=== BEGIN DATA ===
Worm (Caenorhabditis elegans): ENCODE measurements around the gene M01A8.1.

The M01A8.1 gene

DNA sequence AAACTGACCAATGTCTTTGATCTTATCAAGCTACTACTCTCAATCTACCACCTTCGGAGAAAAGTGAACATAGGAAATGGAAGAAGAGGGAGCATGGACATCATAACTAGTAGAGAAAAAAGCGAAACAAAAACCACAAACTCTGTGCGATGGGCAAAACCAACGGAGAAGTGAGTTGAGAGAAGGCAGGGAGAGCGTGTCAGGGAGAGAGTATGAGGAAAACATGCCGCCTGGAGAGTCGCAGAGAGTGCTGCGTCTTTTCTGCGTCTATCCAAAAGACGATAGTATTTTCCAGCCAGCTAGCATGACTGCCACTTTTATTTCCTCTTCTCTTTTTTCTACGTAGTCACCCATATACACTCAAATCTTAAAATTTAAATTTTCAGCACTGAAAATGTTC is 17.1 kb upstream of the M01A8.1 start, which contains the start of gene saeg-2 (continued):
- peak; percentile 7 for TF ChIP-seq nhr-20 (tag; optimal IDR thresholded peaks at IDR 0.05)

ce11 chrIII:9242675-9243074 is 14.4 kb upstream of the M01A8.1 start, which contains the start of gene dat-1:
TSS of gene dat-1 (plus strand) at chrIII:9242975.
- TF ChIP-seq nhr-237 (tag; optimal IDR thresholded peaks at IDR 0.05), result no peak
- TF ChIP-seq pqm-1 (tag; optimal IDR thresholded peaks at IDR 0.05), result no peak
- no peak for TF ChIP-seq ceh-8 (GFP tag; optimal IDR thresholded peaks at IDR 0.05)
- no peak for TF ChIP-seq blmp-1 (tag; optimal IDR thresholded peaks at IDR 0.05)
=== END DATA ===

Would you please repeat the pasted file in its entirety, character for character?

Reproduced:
Worm (Caenorhabditis elegans): ENCODE measurements around the gene M01A8.1.

The M01A8.1 gene

DNA sequence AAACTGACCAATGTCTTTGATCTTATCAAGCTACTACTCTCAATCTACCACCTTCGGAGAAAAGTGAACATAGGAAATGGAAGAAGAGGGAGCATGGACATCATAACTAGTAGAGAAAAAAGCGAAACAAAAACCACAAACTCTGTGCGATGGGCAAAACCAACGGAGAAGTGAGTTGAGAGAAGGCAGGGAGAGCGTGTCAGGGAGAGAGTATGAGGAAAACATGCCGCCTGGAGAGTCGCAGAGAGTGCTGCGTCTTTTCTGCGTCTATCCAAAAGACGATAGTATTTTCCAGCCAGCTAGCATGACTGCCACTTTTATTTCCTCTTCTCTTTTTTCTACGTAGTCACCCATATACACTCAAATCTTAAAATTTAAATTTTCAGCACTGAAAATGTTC is 17.1 kb upstream of the M01A8.1 start, which contains the start of gene saeg-2 (continued):
- peak; percentile 7 for TF ChIP-seq nhr-20 (tag; optimal IDR thresholded peaks at IDR 0.05)

ce11 chrIII:9242675-9243074 is 14.4 kb upstream of the M01A8.1 start, which contains the start of gene dat-1:
TSS of gene dat-1 (plus strand) at chrIII:9242975.
- TF ChIP-seq nhr-237 (tag; optimal IDR thresholded peaks at IDR 0.05), result no peak
- TF ChIP-seq pqm-1 (tag; optimal IDR thresholded peaks at IDR 0.05), result no peak
- no peak for TF ChIP-seq ceh-8 (GFP tag; optimal IDR thresholded peaks at IDR 0.05)
- no peak for TF ChIP-seq blmp-1 (tag; optimal IDR thresholded peaks at IDR 0.05)